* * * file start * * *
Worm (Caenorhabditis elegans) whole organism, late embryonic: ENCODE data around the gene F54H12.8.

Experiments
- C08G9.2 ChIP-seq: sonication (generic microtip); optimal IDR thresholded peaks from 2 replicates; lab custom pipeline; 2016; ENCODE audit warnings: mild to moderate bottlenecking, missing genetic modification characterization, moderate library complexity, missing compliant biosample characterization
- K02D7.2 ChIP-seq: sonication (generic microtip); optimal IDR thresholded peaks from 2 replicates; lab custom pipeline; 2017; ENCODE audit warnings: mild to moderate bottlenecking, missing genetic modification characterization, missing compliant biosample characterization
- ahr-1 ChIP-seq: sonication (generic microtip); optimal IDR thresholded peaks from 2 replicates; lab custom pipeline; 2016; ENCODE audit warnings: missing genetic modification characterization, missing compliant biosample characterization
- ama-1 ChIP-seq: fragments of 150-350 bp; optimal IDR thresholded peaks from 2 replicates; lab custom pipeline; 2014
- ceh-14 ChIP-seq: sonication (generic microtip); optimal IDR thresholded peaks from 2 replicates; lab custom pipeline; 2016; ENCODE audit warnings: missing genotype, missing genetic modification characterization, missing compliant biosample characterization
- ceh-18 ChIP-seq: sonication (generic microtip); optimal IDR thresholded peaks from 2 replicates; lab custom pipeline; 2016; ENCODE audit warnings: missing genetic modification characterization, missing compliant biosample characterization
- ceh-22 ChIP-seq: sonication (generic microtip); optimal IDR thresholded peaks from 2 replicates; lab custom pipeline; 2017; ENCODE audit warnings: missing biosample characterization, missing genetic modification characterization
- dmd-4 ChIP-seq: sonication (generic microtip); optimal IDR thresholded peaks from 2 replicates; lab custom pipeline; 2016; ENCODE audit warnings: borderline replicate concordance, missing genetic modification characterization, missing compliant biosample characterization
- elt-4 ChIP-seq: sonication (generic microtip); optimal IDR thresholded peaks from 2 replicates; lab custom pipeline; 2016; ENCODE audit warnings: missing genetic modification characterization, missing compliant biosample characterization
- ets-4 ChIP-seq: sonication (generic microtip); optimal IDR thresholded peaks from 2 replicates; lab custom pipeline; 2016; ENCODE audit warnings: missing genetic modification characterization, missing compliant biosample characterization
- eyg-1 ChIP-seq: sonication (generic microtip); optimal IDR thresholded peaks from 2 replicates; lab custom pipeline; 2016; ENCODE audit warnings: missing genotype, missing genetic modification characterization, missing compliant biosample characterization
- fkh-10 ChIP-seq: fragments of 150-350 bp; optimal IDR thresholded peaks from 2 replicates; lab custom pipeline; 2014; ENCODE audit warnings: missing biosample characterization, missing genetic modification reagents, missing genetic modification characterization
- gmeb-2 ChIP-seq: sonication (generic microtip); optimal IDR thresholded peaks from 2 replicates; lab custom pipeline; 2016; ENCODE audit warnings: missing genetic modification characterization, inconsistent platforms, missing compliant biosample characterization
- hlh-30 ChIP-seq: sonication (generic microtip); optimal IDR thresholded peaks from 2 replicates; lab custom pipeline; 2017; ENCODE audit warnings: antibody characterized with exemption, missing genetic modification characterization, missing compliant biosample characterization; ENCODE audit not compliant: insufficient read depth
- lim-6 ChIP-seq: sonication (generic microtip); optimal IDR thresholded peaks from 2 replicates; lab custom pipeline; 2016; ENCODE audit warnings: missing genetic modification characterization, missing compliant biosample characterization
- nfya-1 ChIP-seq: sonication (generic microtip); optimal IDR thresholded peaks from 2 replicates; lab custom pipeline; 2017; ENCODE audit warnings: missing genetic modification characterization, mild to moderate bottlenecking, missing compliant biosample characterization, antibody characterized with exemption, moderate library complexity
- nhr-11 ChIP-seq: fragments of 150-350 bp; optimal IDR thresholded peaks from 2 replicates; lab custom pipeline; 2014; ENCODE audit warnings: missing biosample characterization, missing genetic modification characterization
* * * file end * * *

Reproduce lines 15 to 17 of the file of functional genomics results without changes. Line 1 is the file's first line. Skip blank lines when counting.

- gmeb-2 ChIP-seq: sonication (generic microtip); optimal IDR thresholded peaks from 2 replicates; lab custom pipeline; 2016; ENCODE audit warnings: missing genetic modification characterization, inconsistent platforms, missing compliant biosample characterization
- hlh-30 ChIP-seq: sonication (generic microtip); optimal IDR thresholded peaks from 2 replicates; lab custom pipeline; 2017; ENCODE audit warnings: antibody characterized with exemption, missing genetic modification characterization, missing compliant biosample characterization; ENCODE audit not compliant: insufficient read depth
- lim-6 ChIP-seq: sonication (generic microtip); optimal IDR thresholded peaks from 2 replicates; lab custom pipeline; 2016; ENCODE audit warnings: missing genetic modification characterization, missing compliant biosample characterization